Banks must avoid “crazy risk-taking” as built-up capital pushes them toward more lending, said Raghuram Rajan, former chief economist at the International Monetary Fund.
“At some point the amount of capital that the banks are building up will start burning a hole in their pocket and they will start moving to lend,” Rajan said today in a radio interview on “Bloomberg Surveillance” with Tom Keene and Ken Prewitt. “The key again is manageable, sensible risk, rather than crazy risk-taking.”
Rajan pointed to the example of UBS AG, which was hit by a $2.3 billion trading loss at its investment bank.
“How did this guy get away with $2.3 billion worth of losses?” said Rajan, 48, now a professor at the University of Chicago’s Booth School of Business. “That boggles the imagination, especially after what UBS has been through.”
Bank of America Corp. and Morgan Stanley leapfrogged UBS during the credit crisis after record writedowns and a U.S. probe into whether Switzerland’s biggest bank helped American clients evade taxes.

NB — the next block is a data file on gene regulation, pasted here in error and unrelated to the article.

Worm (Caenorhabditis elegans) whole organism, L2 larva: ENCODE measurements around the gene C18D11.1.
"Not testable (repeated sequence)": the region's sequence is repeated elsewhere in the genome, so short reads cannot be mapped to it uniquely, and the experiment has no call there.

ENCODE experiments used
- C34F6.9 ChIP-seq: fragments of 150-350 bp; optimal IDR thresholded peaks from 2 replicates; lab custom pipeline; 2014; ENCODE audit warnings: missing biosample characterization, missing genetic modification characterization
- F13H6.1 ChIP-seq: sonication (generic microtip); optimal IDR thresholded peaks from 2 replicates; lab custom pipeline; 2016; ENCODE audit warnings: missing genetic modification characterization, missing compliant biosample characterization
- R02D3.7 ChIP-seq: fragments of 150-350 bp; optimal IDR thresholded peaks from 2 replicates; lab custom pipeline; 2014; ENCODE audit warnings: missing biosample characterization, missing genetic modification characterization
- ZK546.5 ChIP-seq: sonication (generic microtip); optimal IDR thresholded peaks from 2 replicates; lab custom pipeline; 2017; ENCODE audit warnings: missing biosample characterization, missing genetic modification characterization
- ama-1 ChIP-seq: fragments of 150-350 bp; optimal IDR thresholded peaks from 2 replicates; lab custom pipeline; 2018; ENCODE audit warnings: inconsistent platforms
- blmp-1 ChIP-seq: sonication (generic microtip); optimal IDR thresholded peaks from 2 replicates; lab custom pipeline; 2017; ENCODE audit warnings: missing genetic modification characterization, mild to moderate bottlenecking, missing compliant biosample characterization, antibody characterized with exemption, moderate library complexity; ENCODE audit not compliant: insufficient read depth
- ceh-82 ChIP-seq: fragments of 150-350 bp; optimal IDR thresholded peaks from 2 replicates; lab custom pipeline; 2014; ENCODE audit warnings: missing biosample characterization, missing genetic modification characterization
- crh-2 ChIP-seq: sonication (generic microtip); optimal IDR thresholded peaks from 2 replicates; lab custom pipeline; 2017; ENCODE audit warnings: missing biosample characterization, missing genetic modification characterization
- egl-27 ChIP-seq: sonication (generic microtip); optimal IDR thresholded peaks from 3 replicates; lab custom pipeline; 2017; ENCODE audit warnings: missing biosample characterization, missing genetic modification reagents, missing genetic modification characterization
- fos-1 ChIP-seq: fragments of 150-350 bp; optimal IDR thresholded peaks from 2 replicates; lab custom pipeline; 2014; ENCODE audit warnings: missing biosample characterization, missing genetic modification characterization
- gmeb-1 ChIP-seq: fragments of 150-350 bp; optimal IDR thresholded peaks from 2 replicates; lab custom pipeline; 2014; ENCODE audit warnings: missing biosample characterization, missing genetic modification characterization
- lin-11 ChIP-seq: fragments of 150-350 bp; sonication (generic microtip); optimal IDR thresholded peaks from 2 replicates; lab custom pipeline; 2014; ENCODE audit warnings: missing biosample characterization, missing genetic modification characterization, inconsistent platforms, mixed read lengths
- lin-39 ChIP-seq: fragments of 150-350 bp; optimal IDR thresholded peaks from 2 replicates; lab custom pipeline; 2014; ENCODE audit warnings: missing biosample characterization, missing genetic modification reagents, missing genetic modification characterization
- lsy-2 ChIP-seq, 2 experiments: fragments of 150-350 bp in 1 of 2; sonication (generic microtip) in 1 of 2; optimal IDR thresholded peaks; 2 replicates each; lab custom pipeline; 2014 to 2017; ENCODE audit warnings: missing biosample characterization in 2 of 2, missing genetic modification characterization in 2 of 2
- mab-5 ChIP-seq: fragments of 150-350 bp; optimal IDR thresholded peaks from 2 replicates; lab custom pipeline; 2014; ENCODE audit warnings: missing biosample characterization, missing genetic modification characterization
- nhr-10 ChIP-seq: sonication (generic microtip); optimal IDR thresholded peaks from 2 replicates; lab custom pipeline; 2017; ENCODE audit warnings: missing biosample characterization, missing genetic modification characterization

“The problem comes, as we saw recently, when you lose control of the risk-management process as in UBS. There you worry that despite all the talk, we still haven’t gotten full control of how traders take risk and manage that process in a way that you limit the kind of losses that you see with UBS,” Rajan said.
Rajan said that the “good news” is that banks are “a little more risk-averse” than they were in 2007 and 2008.